Faith in the future


The old Wessex Close maisonettes were demolished in 2008. Image from the wonderful [Howmuch?] on Panoramio.

I’ve been meaning to cover a couple of local planning applications submitted by Walsall Housing Group to Walsall Council for a while. Sadly, the ever increasing volume of stuff to go up here has made this difficult, but I really should bring this to residents attention.

There have been two applications made so far, and a third is listed as a ‘Key Development’ on Walsall Council’s Brownhills strategy page on their website.

The two definite applications are as follows:

The third is listed on the Walsall Council Website as ‘Former Bailey House, Lindon Close / Rear of Silver Court Shops’ – but there are no details yet. That one could be big, and I’m very interested in it; such a development could be fantastic. Brownhills has long needed a replacement for Silver Court Gardens, and I hope the relevant bodies seize the opportunity.

I’ll be straight up here: I can’t see a problem with either of the two developments applied for. Since the demolition of social housing that previously occupied Wessex Close, as well as most of the other such housing of the postwar period in the area, we’ve been desperately short of affordable rented accommodation. I cannot see a valid objection to replacing this in the case of the former Wessex Close, and in the case of Short Street, it brings an empty, derelict site back to life.

I do, of course, welcome opinion on this, but as far as I can see, Brownhills will benefit from these developments if approved – they will bring some construction work to the town, and potential business, too.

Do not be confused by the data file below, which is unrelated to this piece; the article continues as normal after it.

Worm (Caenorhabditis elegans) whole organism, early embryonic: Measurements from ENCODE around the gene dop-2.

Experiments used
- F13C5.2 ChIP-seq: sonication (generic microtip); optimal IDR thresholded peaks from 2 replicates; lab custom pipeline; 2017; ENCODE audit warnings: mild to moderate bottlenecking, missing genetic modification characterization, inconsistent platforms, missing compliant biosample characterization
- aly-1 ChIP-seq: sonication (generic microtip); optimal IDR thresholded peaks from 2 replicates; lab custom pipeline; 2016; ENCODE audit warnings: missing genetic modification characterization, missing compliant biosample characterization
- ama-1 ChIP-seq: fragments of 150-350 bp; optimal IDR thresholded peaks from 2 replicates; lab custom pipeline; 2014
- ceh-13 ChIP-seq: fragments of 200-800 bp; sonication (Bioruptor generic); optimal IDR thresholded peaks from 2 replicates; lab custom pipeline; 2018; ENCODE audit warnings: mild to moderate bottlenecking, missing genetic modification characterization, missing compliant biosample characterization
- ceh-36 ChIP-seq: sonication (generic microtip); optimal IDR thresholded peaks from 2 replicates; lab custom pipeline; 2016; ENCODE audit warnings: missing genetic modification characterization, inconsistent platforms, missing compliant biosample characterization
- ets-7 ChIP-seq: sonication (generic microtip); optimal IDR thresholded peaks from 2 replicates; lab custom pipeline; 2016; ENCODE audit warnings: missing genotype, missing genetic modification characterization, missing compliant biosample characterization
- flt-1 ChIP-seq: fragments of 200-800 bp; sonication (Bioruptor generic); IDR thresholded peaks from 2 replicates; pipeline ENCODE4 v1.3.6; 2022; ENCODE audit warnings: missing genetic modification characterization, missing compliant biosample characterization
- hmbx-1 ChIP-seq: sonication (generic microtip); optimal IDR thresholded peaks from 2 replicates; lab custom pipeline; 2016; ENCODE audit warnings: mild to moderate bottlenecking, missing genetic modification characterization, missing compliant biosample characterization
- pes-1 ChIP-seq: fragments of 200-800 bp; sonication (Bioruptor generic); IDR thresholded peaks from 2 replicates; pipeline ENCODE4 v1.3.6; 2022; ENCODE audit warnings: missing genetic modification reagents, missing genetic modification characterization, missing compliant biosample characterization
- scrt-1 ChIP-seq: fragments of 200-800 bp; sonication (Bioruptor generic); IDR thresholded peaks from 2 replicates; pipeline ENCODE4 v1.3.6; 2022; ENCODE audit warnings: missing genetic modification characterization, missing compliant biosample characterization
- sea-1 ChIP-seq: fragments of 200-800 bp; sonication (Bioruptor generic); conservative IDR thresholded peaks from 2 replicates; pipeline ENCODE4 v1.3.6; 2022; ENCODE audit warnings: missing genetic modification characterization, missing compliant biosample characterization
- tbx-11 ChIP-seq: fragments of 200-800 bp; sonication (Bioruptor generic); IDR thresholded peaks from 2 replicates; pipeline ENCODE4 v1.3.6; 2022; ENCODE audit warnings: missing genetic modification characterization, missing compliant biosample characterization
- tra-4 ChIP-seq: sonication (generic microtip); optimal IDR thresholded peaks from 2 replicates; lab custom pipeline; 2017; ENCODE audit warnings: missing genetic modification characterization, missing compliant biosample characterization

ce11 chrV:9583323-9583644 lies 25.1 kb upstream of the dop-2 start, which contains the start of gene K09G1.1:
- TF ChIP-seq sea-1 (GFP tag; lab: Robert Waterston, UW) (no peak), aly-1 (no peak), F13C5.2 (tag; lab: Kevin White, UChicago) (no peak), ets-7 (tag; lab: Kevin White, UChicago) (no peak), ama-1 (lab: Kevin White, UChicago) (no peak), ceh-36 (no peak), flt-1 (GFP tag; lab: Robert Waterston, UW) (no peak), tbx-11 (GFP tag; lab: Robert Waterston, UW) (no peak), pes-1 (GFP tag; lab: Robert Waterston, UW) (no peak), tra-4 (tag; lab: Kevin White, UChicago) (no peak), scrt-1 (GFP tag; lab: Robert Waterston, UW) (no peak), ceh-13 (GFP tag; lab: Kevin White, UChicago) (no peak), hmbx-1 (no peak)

My only reservation is that the Wessex Close plan looks a bit bland, and nowhere near as stunning as the recent development at Anchor Bridge.

I include images of both plans below for reader perusal, and include links to relevant planning documents at Walsall Planning Interactive.

The Wessex Close development is as follows:


The planned apartment block for Wessex Close. Please click for a larger version – image from documents supplied with the planning application.

The Short Street/Church Street development is as follows:


The Short Street plan is far more traditional in nature, and should fit well into the local neighbourhood. Please click for a larger version. Image from planning documents.

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4 Responses to Faith in the future

  1. wozelbeak says:

    I for one hope they get cracking soon. Bring some life back to this old town.

  2. Tom Brown says:

    Soon after the flats were built the then Brownhills Council admitted that the development was a disaster both for the tenants and the town as they were the slums of the future. How right they were.
    When Knaves Court was proposed it was pointed out that there was insufficient parking but this was ignored by the planners. They now just park in Lindon Drive, as do people visiting the new homes opposite in The High street.
    What is needed is proper houses with gardens and parking. We already have large areas of parked cars obstructing the roads and the footpaths that need to be sorted out.
    Lets make Brownhills a place people want to live, not a place to be dumped.
    But no doubt we will get the dirty end of the stick again.


    Big Tom

  3. Caz says:

    The original maisonettes in Wessex close were really nice inside but impractical with young children. My sister lived at the top and it was a struggle carrying a baby and basket of washing down several flights of stairs, with a toddler in tow to boot, just to get to the washing lines.
    By the way Bob….the planning application is in for the land opposite the Blackcock pub, for the demolition of the old Pub you talked about and the building of 10 detatched houses. the application number is 13/0772/FL if you’re interested in seeing it. Best wishes Caz

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